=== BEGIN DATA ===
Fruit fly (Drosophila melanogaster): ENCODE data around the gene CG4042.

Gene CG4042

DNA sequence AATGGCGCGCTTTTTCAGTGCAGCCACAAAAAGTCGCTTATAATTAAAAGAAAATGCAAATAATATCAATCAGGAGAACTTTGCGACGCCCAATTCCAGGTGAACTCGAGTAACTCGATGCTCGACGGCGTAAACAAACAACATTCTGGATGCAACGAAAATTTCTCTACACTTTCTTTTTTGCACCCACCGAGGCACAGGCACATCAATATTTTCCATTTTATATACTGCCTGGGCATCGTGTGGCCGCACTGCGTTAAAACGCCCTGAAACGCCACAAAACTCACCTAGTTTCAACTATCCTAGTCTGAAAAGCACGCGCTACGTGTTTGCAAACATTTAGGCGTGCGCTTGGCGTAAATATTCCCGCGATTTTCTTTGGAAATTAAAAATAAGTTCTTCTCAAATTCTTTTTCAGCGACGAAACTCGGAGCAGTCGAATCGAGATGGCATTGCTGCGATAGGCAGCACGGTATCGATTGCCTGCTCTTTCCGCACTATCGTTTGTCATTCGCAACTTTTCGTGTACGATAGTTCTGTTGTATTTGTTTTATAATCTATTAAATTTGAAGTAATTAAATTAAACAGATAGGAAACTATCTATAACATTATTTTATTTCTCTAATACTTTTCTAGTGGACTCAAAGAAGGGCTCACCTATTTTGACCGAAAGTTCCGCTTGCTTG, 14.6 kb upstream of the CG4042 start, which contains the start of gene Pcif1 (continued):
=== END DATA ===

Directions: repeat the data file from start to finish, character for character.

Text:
Fruit fly (Drosophila melanogaster): ENCODE data around the gene CG4042.

Gene CG4042

DNA sequence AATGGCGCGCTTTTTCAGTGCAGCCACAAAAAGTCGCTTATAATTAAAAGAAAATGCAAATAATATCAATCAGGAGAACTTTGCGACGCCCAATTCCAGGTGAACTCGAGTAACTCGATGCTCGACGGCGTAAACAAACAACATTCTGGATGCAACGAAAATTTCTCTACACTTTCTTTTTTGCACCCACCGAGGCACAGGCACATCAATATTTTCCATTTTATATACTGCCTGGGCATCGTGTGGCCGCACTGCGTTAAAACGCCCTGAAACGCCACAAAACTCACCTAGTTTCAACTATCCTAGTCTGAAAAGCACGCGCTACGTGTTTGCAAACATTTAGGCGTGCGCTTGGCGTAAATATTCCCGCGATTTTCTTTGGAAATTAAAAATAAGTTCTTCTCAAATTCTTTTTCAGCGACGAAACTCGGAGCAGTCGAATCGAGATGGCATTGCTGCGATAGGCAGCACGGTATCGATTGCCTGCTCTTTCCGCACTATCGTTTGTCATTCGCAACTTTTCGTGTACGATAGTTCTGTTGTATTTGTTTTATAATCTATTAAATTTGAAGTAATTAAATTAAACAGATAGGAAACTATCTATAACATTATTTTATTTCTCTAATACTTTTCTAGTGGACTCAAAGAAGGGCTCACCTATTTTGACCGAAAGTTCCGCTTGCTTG, 14.6 kb upstream of the CG4042 start, which contains the start of gene Pcif1 (continued):